This seems to be for Linux; I've seen at least one comment that Windows implementation of TRIM may be somehow different and unaffected by this (with no explanation). You'd think Samsung 840 Pro users would have complained about this by now if it was such a serious problem.
Would there be a process for Windows Samsung SSD users to check for files silently corrupted this way?
It is a lot of panicky noises about a fairly unique situation. The problem seems to be caused by aggressive use of TRIM in a production/enterprise Linux server environment, where data is being constantly updated. A lot of people are freaking out about their home systems which will likely not see the same problems, especially if they are not constantly writing/re-writing data on their drives and using TRIM as a consistent cron job.
For enterprise companies trying to get cheap drives to do enterprise level work, sure this can be an issue. But then one has to ask, why are they buying consumer drives to do enterprise work?
Some Crucial models also have this bug so it is not unique. Also is there data loss? Other wise it is just a speed issue. Samsung seems to be like apple, lots of groupies with hyped up expectations. Good for samsung but not so good for anyone else. Their drives are also priced higher than anything else. If samsung wanted to make a difference they would price their stuff like the others instead of depending on their hype and charging more. They charge as much for TLC as others do for MLC. And yet this is what was so hyped about for lower prices and higher capacity drives.
You've got it backwards. Windows and older Linux builds use unqueued TRIM. Queued TRIM is the new thing. This problem was reported on Linux systems using unqueued TRIM - see the update in the blogpost.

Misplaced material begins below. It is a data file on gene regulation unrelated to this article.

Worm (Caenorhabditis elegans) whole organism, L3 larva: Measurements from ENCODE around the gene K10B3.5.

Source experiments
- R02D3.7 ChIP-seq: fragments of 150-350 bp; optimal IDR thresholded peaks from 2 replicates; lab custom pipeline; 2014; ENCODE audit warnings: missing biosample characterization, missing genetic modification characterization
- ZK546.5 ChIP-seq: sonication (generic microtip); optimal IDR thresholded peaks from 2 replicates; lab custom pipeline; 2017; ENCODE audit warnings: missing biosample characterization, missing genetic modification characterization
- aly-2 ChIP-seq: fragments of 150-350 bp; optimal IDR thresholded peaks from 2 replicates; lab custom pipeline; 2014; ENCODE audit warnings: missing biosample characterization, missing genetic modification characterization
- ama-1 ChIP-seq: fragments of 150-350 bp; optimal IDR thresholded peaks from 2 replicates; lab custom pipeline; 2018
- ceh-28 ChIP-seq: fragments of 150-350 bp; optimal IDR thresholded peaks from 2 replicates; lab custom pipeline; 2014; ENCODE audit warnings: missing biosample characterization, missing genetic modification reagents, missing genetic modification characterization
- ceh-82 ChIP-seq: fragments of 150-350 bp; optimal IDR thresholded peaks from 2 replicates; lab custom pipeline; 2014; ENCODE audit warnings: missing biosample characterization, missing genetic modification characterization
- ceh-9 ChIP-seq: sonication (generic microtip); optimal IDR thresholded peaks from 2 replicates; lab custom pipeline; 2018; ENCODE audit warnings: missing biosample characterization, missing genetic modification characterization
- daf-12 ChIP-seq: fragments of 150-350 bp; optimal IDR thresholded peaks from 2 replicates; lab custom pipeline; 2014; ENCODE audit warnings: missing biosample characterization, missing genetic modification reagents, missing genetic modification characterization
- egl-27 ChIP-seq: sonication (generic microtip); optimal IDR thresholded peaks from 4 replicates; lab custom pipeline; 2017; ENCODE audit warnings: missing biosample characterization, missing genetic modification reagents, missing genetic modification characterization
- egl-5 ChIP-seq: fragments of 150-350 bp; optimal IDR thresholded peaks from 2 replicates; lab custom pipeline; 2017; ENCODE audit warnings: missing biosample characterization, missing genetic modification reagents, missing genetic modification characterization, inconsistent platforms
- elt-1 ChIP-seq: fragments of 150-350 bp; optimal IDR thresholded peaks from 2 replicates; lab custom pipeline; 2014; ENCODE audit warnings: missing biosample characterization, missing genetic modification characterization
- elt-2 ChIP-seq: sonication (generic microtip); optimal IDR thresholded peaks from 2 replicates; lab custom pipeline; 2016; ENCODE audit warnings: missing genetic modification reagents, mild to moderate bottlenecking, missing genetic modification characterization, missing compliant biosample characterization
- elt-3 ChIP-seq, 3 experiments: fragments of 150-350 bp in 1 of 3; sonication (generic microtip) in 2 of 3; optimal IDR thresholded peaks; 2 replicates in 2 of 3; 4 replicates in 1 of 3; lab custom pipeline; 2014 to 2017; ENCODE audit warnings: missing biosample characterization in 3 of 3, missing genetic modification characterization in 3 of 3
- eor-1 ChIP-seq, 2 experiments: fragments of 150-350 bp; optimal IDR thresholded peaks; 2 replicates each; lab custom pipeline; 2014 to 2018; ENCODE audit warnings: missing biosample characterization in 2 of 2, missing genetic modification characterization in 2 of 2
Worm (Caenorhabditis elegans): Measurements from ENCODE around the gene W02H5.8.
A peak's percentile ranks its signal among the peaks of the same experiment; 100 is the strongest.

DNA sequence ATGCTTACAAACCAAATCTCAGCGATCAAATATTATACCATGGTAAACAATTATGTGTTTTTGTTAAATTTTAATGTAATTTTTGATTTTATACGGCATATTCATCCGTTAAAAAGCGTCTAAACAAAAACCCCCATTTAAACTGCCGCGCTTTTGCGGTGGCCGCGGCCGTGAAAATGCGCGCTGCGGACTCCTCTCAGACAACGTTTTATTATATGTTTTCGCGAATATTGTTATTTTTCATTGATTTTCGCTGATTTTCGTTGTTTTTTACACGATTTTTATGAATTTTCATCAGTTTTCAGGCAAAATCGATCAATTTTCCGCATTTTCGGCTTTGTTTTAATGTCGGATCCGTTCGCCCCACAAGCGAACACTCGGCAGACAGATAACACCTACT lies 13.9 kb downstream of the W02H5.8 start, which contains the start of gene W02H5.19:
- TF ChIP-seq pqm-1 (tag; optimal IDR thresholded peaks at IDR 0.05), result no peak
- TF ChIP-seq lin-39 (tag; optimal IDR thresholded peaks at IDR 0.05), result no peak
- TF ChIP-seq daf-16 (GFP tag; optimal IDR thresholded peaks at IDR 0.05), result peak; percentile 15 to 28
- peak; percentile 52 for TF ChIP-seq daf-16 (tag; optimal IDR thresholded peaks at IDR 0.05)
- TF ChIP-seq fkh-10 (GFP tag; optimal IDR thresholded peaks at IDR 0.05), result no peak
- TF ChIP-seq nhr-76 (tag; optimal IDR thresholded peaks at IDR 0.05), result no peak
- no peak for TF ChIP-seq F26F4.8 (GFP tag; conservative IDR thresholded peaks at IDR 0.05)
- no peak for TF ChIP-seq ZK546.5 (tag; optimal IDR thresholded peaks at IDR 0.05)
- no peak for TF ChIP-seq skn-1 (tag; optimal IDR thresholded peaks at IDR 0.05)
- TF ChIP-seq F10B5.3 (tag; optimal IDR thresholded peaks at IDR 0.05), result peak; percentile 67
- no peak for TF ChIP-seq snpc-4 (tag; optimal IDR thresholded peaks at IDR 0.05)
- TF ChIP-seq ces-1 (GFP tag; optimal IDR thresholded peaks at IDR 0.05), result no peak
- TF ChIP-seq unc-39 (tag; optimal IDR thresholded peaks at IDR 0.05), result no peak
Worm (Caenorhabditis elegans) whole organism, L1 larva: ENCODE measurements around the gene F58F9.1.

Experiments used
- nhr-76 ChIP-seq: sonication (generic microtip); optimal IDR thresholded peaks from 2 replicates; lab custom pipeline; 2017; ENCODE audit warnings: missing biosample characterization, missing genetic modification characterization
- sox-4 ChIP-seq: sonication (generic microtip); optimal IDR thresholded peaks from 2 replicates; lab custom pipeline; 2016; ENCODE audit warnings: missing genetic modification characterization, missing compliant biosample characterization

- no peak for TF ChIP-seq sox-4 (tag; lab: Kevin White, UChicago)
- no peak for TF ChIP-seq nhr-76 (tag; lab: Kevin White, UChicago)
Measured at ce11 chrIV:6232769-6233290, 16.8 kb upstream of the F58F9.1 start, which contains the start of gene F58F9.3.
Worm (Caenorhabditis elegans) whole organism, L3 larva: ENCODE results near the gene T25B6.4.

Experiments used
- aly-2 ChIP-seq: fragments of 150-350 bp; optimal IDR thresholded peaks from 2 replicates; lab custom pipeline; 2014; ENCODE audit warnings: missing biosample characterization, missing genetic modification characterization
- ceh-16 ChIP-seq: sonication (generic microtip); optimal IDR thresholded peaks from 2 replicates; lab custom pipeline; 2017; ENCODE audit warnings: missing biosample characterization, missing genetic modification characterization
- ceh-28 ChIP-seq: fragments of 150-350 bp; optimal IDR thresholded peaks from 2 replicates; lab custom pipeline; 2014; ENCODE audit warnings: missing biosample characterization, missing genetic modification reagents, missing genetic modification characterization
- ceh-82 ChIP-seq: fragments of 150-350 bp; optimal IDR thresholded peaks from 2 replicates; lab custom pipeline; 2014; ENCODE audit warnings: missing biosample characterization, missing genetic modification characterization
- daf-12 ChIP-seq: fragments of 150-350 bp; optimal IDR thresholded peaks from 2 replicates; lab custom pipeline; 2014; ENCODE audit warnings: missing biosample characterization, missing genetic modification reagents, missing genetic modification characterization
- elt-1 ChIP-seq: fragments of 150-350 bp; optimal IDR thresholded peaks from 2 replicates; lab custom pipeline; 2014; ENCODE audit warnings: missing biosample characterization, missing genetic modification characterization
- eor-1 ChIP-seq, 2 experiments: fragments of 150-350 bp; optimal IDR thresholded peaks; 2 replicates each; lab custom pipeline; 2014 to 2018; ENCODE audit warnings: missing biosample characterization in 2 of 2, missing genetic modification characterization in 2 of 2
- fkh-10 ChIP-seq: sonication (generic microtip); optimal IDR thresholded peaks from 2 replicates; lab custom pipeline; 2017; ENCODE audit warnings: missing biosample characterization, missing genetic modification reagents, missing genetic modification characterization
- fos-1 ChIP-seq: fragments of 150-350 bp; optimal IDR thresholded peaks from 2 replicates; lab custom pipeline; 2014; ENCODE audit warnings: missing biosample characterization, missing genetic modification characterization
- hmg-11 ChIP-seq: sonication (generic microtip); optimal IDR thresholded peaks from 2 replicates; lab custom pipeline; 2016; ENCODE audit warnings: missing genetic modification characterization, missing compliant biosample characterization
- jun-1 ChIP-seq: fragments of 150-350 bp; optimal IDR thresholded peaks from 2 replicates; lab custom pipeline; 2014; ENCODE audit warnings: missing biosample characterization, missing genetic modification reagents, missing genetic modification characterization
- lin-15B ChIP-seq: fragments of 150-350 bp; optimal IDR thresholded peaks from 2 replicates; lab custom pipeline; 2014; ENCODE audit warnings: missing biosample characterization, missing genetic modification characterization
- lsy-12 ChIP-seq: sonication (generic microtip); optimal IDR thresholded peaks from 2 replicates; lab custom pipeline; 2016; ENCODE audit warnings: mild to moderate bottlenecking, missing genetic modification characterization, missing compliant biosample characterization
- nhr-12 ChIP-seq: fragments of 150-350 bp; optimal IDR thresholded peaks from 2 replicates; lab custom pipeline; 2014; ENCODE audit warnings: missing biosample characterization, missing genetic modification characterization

Yet, there are no reports of any such issues with TRIM with Samsung SSDs on Windows, and the Samsung 840 Pro was extremely popular for a very long time with a lot of very saavy users who would most certainly have noticed such a catastrophic file corruption issue by now. So something's different about the way Linux - or, at least, that particular Linux build - is using TRIM. There's going to be a bunch of arguments and debate and fingerpointing until they sort this out, but there's no reason for Windows users to panic about this.
I was not aware that the 840 Pro and 850 Pro were enterprise drives? That seems to be what most users are worried about here. There are also a number of issues with what they were doing and how they were doing it.
Update in the blog post shows Samsung is very interested in finding out what happened:
"UPDATE June 19:
On Monday June 22, the engineering team from Samsung is going analyze one of our servers in Singapore and if nothing will be found on-site, the server will travel to Samsung HQ in Korea for further analysis."